Christmas Greek sweets

One of the traditional Christmas and New Year delicacies is sweets, for example, kurabye cookies covered with icing sugar, or melomaroni. It is the taste of these sweets among the Greeks that is associated with the Christmas holidays.


This is a traditional Greek sweet cake. Its name in translation means "a piece of honey bliss." The word has an ancient Greek origin, but, at first glance, there is a similarity with the Italian word "pasta", which means "macaroons." Greek etymological dictionaries say that "macaroni" is a modern version of the word "macaroni", which was used in the Middle Ages. In those days, it was called a funeral dinner, the main course of which was a flour product, which was used to bless the deceased on the last journey.

If we trace the etymology of the word "macaronia", then we can see that it came from another ancient Greek word – "macaria". This is the name of the cake that was presented to relatives after the burial of the deceased. He was considered a sweetness for the soul, which was supposed to mitigate the bitterness of the loss of a loved one.

After a while, when baking this “spiritual sweetness” or “macaria”, honey syrup began to be used, which generously watered the dough. And the prefix "meal" was added to the main name – in Greek it means "honey." Pie began to be included in the composition of the festive dishes, which were prepared during the twelve holidays from Christmas to Epiphany. Thanks to its magnificent taste, honey macaroni fell in love with the Greeks and gained a foothold in the local tradition.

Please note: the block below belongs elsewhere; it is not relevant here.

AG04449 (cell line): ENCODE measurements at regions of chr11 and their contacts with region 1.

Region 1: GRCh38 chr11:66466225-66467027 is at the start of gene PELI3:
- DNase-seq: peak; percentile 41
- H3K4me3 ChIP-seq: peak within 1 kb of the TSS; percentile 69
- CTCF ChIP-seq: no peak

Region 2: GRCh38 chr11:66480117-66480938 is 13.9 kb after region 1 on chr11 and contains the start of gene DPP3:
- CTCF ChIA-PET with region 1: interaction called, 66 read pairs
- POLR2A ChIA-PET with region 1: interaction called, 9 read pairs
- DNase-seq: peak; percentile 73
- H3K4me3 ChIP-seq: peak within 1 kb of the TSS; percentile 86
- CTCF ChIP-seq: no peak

By the way, sometimes the Greeks call the honey pie "Phenicia". Among the inhabitants of Italy, the ancient word "pasta" was transformed into maccarone – the well-known pasta. In France and England, the word macaroon or “macaroni” appeared in the Middle Ages, meaning almond flour cookies with a layer of jam or cream. Now, this dessert is known all over the world.


So-called almond cookies sprinkled with powdered sugar. Doctor of History Dimitris Stafakopoulos concluded that the word “kurabiye” has two roots – kuru, which means “dry,” and biye, which means cookies or “biscotto”.

In Italian, there is also the word "biscotto", but it has a Latin origin. In the Middle Ages, it was transformed from the word biscuit, which means "baked twice." Then for sailors and soldiers, they made flour products with a long shelf life so that they did not spoil – baking was done twice.

This word was often heard in Asia from Venetian merchants, and as a result, the Greeks remade it in their way – biya / biy. He was attached to his native word kuru, which, as a result, gave the name to the liver – kurabiye.

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